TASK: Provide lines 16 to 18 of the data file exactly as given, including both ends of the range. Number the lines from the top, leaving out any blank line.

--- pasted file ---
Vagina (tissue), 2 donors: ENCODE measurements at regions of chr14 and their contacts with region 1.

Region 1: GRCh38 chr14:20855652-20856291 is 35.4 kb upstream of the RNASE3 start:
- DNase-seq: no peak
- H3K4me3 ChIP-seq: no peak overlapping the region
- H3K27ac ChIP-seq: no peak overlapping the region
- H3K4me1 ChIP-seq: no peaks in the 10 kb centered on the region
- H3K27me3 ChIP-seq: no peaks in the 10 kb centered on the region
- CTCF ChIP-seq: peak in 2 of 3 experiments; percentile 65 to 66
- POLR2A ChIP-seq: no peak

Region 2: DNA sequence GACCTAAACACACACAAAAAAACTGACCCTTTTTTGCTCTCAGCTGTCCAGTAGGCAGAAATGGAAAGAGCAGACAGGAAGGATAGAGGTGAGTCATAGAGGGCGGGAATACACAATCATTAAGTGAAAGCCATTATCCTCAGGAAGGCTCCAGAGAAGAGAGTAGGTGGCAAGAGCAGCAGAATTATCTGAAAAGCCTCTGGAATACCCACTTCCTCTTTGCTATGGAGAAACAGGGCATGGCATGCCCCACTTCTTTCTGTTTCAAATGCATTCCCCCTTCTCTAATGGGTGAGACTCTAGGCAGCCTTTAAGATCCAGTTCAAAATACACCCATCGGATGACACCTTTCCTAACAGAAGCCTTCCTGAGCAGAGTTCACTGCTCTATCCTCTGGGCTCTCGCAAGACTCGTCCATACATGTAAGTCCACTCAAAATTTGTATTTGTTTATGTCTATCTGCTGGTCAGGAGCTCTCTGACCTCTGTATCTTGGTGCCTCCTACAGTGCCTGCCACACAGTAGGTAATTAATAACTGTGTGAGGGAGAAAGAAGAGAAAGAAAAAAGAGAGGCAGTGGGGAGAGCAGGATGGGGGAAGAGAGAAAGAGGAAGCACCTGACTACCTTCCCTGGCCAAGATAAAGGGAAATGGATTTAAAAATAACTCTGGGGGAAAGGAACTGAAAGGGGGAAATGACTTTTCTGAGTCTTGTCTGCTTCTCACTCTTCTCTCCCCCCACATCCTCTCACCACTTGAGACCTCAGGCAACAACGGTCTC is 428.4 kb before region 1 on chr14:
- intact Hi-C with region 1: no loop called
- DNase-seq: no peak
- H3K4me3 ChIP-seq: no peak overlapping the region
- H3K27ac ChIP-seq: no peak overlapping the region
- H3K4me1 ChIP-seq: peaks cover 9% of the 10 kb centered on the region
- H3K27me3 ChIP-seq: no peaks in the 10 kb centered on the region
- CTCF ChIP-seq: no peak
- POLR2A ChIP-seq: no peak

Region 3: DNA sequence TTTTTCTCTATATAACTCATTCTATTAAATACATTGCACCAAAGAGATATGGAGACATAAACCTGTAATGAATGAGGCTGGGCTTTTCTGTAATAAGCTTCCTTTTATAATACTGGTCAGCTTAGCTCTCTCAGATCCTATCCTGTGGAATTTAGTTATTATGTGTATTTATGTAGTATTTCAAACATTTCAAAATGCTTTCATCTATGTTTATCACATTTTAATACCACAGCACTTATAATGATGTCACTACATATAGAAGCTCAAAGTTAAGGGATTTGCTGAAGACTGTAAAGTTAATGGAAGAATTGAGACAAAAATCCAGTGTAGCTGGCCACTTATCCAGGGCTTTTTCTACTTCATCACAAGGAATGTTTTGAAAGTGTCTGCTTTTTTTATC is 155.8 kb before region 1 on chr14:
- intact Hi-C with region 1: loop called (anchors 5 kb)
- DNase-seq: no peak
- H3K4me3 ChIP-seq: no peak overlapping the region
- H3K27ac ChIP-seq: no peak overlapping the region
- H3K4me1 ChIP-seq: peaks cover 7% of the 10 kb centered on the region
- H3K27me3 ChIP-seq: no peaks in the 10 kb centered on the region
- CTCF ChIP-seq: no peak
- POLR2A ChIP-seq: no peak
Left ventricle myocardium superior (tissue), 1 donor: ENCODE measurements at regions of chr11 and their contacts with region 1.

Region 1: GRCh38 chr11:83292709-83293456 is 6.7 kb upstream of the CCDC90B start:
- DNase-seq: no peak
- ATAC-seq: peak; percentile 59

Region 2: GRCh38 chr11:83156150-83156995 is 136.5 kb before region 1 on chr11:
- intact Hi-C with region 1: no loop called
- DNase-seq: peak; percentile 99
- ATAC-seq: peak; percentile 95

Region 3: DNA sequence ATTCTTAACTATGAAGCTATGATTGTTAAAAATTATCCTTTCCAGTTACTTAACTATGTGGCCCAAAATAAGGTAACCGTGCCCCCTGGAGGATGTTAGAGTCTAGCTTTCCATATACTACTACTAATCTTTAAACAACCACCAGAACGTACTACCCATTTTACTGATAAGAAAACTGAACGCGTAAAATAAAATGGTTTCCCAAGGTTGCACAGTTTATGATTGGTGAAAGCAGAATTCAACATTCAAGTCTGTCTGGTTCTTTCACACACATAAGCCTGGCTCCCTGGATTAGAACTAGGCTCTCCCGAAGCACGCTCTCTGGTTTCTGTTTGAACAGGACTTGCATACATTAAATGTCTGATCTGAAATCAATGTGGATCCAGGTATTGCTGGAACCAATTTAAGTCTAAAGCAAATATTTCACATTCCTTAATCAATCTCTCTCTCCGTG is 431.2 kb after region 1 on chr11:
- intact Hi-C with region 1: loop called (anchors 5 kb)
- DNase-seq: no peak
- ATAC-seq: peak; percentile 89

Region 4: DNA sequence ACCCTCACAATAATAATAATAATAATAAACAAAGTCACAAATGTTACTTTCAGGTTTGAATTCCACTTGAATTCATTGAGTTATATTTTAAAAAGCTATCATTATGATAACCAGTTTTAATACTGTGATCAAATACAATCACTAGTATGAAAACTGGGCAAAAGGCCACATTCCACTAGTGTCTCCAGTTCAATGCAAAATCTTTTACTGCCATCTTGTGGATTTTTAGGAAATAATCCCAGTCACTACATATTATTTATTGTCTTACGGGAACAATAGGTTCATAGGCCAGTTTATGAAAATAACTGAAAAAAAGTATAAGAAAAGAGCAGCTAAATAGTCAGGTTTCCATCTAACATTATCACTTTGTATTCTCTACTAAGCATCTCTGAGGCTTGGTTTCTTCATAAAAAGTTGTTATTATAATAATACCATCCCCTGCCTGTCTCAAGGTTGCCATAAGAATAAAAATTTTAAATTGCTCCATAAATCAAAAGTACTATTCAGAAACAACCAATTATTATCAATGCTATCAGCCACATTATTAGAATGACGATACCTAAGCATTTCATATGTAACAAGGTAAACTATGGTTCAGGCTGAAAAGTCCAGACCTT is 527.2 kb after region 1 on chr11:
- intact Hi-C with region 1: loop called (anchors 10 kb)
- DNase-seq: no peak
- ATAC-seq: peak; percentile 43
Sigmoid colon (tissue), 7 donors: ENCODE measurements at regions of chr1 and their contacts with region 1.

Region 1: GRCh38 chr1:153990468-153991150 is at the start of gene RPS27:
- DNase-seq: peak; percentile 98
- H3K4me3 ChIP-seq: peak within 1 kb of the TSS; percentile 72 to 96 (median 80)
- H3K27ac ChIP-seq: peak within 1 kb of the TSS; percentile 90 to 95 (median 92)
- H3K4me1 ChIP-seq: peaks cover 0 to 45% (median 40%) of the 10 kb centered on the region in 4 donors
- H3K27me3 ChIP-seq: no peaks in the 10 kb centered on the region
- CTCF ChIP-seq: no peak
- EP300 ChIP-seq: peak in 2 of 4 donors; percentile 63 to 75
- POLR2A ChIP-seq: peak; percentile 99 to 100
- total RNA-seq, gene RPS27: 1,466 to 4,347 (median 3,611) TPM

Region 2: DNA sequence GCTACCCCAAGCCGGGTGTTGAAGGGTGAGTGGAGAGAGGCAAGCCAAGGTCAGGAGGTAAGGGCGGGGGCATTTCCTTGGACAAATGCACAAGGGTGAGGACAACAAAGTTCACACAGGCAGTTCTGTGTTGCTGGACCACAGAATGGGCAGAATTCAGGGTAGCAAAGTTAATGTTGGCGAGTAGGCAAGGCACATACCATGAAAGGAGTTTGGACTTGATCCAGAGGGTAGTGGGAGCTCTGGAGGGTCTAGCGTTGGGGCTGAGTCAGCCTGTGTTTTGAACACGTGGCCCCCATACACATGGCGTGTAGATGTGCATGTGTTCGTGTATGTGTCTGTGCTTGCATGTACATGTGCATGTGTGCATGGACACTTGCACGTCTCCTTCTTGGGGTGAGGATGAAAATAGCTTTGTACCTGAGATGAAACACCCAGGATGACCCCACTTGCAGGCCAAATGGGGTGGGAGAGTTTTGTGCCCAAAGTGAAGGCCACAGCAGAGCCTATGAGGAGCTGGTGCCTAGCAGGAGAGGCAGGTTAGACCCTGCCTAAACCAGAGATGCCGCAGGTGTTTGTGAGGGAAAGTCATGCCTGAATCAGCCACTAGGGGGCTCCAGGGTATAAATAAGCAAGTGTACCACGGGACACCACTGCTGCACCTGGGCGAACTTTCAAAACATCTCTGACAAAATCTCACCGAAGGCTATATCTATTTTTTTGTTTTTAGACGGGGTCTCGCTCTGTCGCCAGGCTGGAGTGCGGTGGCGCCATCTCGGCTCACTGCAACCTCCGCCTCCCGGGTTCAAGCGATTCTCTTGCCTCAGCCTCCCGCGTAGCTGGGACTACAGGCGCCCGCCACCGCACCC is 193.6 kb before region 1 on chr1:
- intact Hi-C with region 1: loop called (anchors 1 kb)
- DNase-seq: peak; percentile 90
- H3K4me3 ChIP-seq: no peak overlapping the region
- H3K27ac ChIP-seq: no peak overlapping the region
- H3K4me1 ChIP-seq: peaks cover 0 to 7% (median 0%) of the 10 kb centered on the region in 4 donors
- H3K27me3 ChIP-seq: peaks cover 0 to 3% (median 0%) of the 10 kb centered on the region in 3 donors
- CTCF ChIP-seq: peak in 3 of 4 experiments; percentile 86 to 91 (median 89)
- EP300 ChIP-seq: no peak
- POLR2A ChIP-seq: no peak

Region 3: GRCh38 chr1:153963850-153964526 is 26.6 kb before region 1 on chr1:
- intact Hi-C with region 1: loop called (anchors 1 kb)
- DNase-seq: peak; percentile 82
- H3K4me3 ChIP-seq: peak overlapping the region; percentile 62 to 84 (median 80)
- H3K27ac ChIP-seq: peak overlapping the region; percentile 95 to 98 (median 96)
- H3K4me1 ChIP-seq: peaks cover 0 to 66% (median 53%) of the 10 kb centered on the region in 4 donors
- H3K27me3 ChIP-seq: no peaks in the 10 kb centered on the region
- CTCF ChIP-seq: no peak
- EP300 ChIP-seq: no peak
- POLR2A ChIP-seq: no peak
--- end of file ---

- H3K27me3 ChIP-seq: no peaks in the 10 kb centered on the region
- CTCF ChIP-seq: no peak
- POLR2A ChIP-seq: no peak